NEW YORK (AP) — Mark 2010 down as a low point for U.S. men’s tennis.
The last of 15 American men left in the U.S. Open, 20th-seeded Sam Querrey, lost in the fourth round Tuesday, edged by No. 25 Stanislas Wawrinka of Switzerland 7-6 (9), 6-7 (5), 7-5, 4-6, 6-4 after nearly 4 1/2 hours of quite even, wind-affected play.
Querrey’s exit means zero U.S. men reached the quarterfinals at Flushing Meadows for the second consecutive year – something that never had happened before 2009 in the history of a tournament that began in 1881.
“I didn’t feel any extra pressure or anything. I definitely wanted to win and keep the American men (in) – keep the hope going,” said Querrey, who was broken in the match’s last game. “You know, I was close.”
His exit also ensures there will be a record-low one appearance by an American man in the quarterfinals at any of tennis’ four Grand Slam tournaments this season (Andy Roddick lost in that round at the Australian Open). Since 1925, when the French championships first allowed foreign competitors, the United States managed to place at least two representatives in Grand Slam quarterfinals every year.
“I mean, it’s annoying that the Europeans are in the quarters every Slam,” Querrey said. “We’re trying.”
There have been other negative signs recently for a nation that produced greats of the game through the generations such as Bill Tilden, Don Budge, Jimmy Connors, John McEnroe, Pete Sampras and Andre Agassi.
U.S. men are in their longest Grand Slam title drought in tennis’ 42-year Open era: No man from the country has won a major championship since Roddick at the 2003 U.S. Open, now a 28-tournament gap. The only longer span between U.S. Grand Slam titles was a 30-tournament shutout from 1955-63.
Plus, there’s this: Only two active U.S. men, Roddick and Robby Ginepri, even have reached the semifinals at a major tournament.
When Roddick dropped to 11th last month, it marked the first time in the 37-year history of the rankings that the United States didn’t have a member of the top 10. The U.S. Davis Cup team lost in the first round to Serbia in March, its earliest exit since 2005; if the Americans fail to beat Colombia later this month, they will fall out of the competition’s World Group for the first time since 1988 and need to earn their way back into the top tier.
“The game’s a lot different than it was in the ’90s, when there were 15 countries playing. Now, every country is a contender,” Bob Bryan said after teaming with twin brother Mike to win Tuesday and give the U.S. a team in the men’s doubles semifinals at Flushing Meadows. “So, yeah, it’s just a lot deeper. A lot of countries like Serbia rising to the top of the game and bumping America down.”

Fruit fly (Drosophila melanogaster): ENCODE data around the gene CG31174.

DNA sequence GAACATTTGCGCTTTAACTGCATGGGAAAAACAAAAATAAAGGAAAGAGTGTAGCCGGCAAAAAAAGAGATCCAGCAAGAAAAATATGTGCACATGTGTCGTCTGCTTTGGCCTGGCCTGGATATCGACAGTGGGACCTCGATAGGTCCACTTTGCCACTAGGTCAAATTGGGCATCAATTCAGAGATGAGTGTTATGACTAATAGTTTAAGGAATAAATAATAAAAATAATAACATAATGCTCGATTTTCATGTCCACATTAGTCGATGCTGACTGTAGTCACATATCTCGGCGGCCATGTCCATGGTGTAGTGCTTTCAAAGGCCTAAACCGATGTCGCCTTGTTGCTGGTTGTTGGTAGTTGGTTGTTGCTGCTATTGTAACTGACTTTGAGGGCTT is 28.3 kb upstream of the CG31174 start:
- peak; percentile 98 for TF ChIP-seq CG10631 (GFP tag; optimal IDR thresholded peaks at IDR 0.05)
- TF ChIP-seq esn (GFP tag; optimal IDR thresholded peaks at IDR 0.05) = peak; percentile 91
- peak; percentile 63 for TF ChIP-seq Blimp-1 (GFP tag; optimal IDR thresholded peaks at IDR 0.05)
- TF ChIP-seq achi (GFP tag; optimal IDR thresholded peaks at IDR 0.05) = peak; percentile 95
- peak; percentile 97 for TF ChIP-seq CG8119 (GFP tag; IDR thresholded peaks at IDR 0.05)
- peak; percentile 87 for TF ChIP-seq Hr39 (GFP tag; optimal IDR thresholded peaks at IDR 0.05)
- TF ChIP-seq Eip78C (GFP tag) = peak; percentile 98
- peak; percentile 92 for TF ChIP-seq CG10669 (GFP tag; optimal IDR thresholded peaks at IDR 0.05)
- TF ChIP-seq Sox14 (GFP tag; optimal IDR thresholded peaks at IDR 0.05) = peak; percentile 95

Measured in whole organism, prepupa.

With Querrey gone, Venus Williams is the only U.S. singles player still standing. She got to the semifinals by beating Francesca Schiavone of Italy 7-6 (5), 6-4 on Tuesday night in Arthur Ashe Stadium. That women’s match didn’t begin until after 6 p.m. because it followed Querrey vs. Wawrinka.
Both Querrey and Wawrinka – who upset 2008 U.S. Open runner-up Andy Murray in the third round this year – were striving to earn a debut trip to a Grand Slam quarterfinal. And by joining his far-more-accomplished countryman, Roger Federer, in the round of eight, Wawrinka helped give Switzerland two quarterfinalists at a major for the first time.
“Roger, he’s always in quarterfinals, (for) many years, so that’s not something different,” said Wawrinka, a 25-year-old who is participating in his 23rd Grand Slam tournament. “But for me, it’s my first time, so it’s something important for my career.”
Wawrinka teamed up this summer with a new coach, Peter Lundgren, who was working with Federer when he won his first major title at Wimbledon in 2004. Lundgren has pushed Wawrinka to add variety to his game, and that helped against Querrey.
Also key: Querrey’s right leg began to cramp as the match dragged on.
“The last four games, he was really tired, and was really difficult for him to stay with his game,” said Wawrinka, who next faces No. 12 Mikhail Youzhny of Russia. “He (changed) his game because he was tired.”
Querrey certainly had his chances.
“He’ll definitely have a feeling that this is a match he could have won,” said Querrey’s coach, David Nainkin. “He’ll be disappointed that it got away from him.”
In the first set, Querrey hit more aces and total winners than Wawrinka and held the only three break points of the set, at love-40 in the third game, but wasted them. Querrey also led 3-0 in that tiebreaker, then had a set point at 8-7 but couldn’t convert.
In the third set, Querrey went up a break and led 3-1, but got broken back to 3-all, then lost serve again in the last game, when he missed two volleys badly.
“Those are kind of the two shots I can look back, and that I remember, and I’m a little bummed about,” said the 22-year-old Querrey, who grew up in California and now calls Las Vegas home. “The first one was kind of tough. The wind kind of got it behind my head a little bit. The other one was inexcusable.”
Querrey lost in the fourth round for the second major tournament in a row, after also bowing out at Wimbledon in that round.
“Hopefully I can keep that up in the Slams,” he said. “I think I can win that round-of-16 match, and keep winning matches after that.”
Like the other U.S. men, he will have to wait till next year to find out.
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